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When, embarrass’d with baubles and toys,

Thou’rt set out so enormously fine, Over-doing thy purpose destroys,

And to please thou hast too much design: Little know'st thou, how beauty beguiles,

How alluring the innocent eye; What sweetness in natural smiles,

And what charms in simplicity lye. .

Thee Nature with beauty has clad, - With genuine ornaments dress’d; Nor can Art an embellishment add

To set off what already is beft:
Be it thine, self-accomplish'd to reign;

Bid the toilet be far set apart,
And dismiss with an honest disdain

That impertinent Abigail, Art.

ANACREON.

Sooooooooooooooooooooooooo

ANACREON. OD E III.

Translated by the Same. IN the dead of the night, when with labour oppress’a 1 All mortals enjoy the calm blessing of rest, Cupid knock'd at my door, I awoke with the noise, And “Who is it (I call’d) that my sleep thus destroys ?”

“ You need not be frightend, he answered mild, “Let me in; I'm a little unfortunate child ; “ 'Tis a dark rainy night ; and I'm wet to the skin; “And my way I have loft; and do, pray, let me in.”

as

I was mov'd with compassion; and striking a light,
I open’d the door ; when a boy stood in sight, carinna'
Who had wings on his shoulders; the rain from him
With a bow and with arrows too he was equipp'd.

I stirr'd up my fire, and close by its side
I set him down by me: with napkins I dried,
I chaf'd him all over, kept out the cold air,
And I wrung with my hands the wet out of his hair.

He

He from wet and from cold was no sooner at eale, But taking his bow up, he said, “ If you please “We will try it ; I would by experiment know “ If the wet hath not damag'd the string of my bow.”

W

Forthwith from his quiver an arrow he drew,
To the string he apply'd it, and twang went the yew;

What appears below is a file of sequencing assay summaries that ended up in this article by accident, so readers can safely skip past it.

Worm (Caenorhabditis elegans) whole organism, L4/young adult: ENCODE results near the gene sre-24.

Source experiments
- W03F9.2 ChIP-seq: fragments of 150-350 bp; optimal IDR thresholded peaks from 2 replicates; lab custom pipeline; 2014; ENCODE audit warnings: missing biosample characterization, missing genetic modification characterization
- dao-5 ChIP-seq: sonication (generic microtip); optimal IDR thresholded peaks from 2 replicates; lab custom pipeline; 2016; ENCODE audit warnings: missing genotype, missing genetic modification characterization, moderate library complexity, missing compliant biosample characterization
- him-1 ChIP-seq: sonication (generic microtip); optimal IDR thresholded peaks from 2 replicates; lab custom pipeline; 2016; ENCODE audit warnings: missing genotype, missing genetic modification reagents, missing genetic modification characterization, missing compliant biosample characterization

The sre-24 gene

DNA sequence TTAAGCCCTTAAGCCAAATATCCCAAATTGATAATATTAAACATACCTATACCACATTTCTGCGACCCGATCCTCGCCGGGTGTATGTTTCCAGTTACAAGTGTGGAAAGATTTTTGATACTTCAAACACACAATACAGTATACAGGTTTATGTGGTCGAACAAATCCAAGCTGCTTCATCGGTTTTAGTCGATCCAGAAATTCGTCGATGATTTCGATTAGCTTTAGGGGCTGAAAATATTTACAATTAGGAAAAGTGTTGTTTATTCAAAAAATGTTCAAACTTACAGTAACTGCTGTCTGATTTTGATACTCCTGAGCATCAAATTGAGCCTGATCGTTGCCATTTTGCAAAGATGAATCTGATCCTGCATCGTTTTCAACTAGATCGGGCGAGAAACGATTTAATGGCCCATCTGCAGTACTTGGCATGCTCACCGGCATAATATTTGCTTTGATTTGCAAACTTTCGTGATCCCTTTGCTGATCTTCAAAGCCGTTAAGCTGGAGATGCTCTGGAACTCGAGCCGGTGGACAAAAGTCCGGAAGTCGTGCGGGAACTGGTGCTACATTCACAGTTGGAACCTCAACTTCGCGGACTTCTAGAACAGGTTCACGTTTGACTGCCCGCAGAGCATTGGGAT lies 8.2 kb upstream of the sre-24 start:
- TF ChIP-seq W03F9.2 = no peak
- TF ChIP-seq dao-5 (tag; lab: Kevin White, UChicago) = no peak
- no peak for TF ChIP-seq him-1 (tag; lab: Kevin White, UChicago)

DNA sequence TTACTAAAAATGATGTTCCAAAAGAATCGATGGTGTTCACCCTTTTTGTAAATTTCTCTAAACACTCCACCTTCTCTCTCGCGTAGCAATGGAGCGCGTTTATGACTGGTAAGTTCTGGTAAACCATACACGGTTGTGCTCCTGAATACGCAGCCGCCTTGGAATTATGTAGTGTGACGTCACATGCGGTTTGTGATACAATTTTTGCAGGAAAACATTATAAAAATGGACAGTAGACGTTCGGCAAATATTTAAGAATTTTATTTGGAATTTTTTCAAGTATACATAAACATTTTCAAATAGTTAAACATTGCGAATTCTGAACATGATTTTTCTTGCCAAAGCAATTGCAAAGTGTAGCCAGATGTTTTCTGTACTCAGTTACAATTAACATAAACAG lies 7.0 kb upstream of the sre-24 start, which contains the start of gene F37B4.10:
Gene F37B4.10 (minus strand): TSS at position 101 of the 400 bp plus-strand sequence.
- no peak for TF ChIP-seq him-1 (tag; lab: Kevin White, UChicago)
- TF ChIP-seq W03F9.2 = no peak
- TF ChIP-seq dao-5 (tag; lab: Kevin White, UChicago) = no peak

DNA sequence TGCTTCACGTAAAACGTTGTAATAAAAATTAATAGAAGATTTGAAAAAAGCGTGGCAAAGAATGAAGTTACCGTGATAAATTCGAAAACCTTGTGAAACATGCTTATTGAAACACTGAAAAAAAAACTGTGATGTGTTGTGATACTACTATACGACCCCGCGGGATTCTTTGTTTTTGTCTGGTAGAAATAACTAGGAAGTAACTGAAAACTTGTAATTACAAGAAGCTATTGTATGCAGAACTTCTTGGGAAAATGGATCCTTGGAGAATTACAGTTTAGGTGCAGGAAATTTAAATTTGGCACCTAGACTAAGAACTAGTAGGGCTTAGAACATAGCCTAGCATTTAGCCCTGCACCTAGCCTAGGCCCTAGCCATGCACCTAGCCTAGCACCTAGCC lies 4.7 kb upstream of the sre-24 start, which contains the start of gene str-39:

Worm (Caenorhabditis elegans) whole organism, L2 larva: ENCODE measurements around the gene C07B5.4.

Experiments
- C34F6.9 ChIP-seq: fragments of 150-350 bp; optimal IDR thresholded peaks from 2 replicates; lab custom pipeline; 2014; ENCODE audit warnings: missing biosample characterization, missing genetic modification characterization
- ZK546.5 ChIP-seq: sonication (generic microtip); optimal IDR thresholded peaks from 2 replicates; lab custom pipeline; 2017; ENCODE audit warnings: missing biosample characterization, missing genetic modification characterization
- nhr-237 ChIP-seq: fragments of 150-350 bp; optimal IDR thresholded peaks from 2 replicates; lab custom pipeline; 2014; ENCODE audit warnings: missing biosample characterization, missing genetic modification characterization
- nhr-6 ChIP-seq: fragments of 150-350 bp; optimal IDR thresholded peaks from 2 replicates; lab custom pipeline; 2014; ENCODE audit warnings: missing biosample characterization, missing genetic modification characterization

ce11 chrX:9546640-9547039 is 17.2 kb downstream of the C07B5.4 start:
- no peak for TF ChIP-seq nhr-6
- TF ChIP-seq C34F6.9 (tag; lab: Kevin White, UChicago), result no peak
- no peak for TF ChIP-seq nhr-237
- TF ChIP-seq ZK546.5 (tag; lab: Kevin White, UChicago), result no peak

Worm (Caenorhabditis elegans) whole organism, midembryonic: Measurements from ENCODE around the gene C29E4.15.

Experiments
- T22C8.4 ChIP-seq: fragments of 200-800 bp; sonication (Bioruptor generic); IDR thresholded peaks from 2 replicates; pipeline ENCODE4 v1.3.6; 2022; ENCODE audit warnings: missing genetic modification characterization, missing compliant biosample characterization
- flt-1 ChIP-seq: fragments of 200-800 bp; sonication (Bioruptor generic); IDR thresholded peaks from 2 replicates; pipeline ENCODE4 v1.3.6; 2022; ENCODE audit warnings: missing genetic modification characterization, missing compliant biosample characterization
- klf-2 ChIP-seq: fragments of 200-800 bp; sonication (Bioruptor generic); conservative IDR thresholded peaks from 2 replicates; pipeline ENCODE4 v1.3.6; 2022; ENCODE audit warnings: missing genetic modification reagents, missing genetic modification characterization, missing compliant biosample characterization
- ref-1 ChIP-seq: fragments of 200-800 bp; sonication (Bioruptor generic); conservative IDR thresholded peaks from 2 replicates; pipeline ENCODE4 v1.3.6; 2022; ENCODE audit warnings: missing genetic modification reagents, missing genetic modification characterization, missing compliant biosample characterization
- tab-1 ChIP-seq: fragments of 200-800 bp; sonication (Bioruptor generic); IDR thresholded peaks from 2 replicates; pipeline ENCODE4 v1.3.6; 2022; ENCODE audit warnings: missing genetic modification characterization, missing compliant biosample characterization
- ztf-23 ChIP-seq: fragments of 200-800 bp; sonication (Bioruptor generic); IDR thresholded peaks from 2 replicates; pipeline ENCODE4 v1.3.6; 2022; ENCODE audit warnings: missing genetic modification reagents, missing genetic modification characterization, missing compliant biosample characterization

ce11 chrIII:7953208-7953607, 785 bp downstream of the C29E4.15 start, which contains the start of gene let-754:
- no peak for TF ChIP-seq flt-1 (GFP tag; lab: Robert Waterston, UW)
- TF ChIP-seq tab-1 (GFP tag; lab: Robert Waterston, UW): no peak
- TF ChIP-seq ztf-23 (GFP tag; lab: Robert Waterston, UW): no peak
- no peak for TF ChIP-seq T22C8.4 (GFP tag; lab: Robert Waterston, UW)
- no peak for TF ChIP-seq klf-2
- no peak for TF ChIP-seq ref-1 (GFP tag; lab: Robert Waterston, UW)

The arrow was gone ; in my bosom it center'd;
No sting of a hornet more sharp ever enter'd.

Away skipp'd the urchin, as brisk as a bee, And laughing, “ I wish you much joy friend, quoth he: “My bow is undamag'd, for true went the dart; “ But you will have trouble enough with your heart.”

TLE

NTLEY

An Imitation of HORACE, Book III. Ode 2.

Anguftam amice, &c.
By Mr. Titley, to Dr. Bentley.
T E that would great in science grow,
11 By whom bright Virtue is ador’d,
At first must be content to know
An humble roof, an homely board.

With want, and rigid college laws

Let him inur'd betimes, comply; Firm to religion's sacred cause,

The learned combat let him try;

Let him her envied praises tell,

And all his eloquence disclose The fierce endeavours to repel,

And still the tumult of her foes.

Him early form'd, and season'd young,

Subtle opposers soon will fear, And tremble at his artful tongue,

Like Parthians at the Roman spear.

Grim death, th' inevitable lot

Which fools and cowards strive to Ay, Is with a noble pleasure fought

By him who dares for truth to die.

With purest lustre of her own

Exalted Virtue ever shines, Nor as the vulgar smile or frown . Advances now, and now declines.

A glorious A glorious and immortal prize,

She on her hardy son bestows,
She shews him heaven, and bids him rise,

Though pain, and toil, and death oppose:
With lab'ring flight he wings th' obstructed way,
Leaving both common fouls and common clay.

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A Reply to a Copy of Verses made in Imitation

of Book III. Ode 2. of Horace.

Anguftam amice pauperiem pati, &c.

And sent by Mr. TITLEY to Dr. Bentley.

ITLEY

NTLEY.

By Dr. Bentley.

W

H O strives to mount Parnafsus' hill,

And thence poetic laurels bring,
Must first acquire due force, and skill,
Must fly with swans, or eagle's wing.

Who

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